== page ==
TWD – Tuesdays with Dorie
This was my first time making the delicious Rugelach. As I was gathering all the ingredients for the Rugelach I realized this would be an excellent holiday cookie. With all the dried fruits, nuts, and cinnamon it was also smelling like the winter holiday season. Later, when I researched the pronunciation and history I learned Rugelach a Jewish pastry of Eastern European origin.
Overall the recipe/s were easy to follow and not difficult, it was just time consuming. Partly because I made both the prune and the apricot levkar. I never heard of levkar before, but learned it’s a sweet jam spread made from dried fruit. The name levkar is Hungarian. I made some Rugelach with the apricot levkar and some with the prune levkar.
On day one I made the dough and both levkars, plus mixed the cinnamon sugar. In the morning on day two I toasted and chopped the nuts and chopped the dried fruit. Then I rolled, filled and chilled the dough. In the evening I pulsed the nut cinnamon sugar topping, and egg washed, cut and rolled the pastry in the topping and baked.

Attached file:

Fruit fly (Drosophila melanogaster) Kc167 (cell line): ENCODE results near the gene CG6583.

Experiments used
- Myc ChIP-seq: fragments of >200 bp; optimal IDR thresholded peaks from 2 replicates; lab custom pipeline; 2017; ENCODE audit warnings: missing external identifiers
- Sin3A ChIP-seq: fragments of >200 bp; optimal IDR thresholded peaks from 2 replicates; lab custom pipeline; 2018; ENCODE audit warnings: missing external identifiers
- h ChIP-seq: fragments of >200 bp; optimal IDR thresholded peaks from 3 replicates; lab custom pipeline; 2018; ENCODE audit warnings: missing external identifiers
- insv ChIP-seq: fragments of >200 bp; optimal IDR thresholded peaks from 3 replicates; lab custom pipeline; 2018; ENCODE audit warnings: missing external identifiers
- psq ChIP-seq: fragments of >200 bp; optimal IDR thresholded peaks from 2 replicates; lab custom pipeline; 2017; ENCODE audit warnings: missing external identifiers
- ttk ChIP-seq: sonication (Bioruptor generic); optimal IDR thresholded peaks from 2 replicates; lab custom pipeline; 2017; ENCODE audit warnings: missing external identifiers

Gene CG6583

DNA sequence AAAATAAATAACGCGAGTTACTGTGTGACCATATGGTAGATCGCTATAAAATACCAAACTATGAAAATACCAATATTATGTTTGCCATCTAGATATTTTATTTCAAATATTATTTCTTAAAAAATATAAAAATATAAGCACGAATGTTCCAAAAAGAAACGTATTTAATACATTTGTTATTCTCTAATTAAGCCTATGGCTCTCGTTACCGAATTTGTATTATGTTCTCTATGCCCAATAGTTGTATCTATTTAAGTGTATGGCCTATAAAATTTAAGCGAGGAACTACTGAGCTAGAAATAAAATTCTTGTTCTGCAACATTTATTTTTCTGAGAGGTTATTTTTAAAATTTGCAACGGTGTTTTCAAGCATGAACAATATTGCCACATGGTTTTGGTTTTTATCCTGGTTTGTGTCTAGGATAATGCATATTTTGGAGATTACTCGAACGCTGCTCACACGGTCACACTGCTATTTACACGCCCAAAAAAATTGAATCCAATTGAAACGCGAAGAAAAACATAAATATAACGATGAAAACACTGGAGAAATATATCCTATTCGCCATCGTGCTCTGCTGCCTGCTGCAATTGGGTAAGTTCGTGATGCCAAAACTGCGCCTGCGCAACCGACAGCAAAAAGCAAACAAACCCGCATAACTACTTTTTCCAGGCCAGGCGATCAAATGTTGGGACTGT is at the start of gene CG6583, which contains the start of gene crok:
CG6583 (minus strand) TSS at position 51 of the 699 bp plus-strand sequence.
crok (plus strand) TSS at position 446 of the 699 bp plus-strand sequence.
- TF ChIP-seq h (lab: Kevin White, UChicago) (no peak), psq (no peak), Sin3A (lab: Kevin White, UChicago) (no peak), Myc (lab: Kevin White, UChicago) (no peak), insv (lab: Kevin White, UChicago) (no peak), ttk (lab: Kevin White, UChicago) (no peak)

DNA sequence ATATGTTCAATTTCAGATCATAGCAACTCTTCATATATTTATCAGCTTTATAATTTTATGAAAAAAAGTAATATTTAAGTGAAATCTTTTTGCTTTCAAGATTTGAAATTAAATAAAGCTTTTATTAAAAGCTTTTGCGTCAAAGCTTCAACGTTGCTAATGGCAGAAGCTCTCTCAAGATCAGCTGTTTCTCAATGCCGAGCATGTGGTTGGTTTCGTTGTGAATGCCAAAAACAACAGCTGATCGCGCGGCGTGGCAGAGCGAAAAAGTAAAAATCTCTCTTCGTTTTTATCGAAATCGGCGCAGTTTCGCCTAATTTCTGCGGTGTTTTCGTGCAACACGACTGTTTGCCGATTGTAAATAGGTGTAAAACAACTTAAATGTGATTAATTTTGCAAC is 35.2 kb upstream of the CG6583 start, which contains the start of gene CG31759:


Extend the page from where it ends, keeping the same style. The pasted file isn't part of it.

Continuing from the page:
I keep a lot of dried fruits and nuts on hand, so I had a good variety to choose from. I did purchase a few extra types just to use in this recipe. I decided to use a combination of dried cherries, apricots, and dates. I added the cherries in a for a bit of tartness, apricots for color, and dates for super sweetness. I used more cherries and apricots than dates.
For the nuts I went with pecans, walnuts, and almonds. Here I went a little extra on the pecans, since almonds are in the apricot levkar and walnuts are in the prune levkar.
These are definitely generously stuffed Rugelach. I definitely couldn’t get all the nuts and fruit tucked into the rolled dough. I was also a bit skeptical about everything staying rolled together, both when cutting and baking, but surprisingly it worked. Definitely chilling the dough for the directed time helps the rolls stay together.
I do hope to make these again at the holidays. Maybe I’ll enlist some help too. I definitely plan on spreading the process out across 3 or 4 days.